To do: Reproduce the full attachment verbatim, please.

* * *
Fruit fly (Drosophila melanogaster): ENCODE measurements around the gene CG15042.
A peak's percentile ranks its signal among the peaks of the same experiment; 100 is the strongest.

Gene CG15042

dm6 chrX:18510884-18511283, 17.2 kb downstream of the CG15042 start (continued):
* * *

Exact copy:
Fruit fly (Drosophila melanogaster): ENCODE measurements around the gene CG15042.
A peak's percentile ranks its signal among the peaks of the same experiment; 100 is the strongest.

Gene CG15042

dm6 chrX:18510884-18511283, 17.2 kb downstream of the CG15042 start (continued):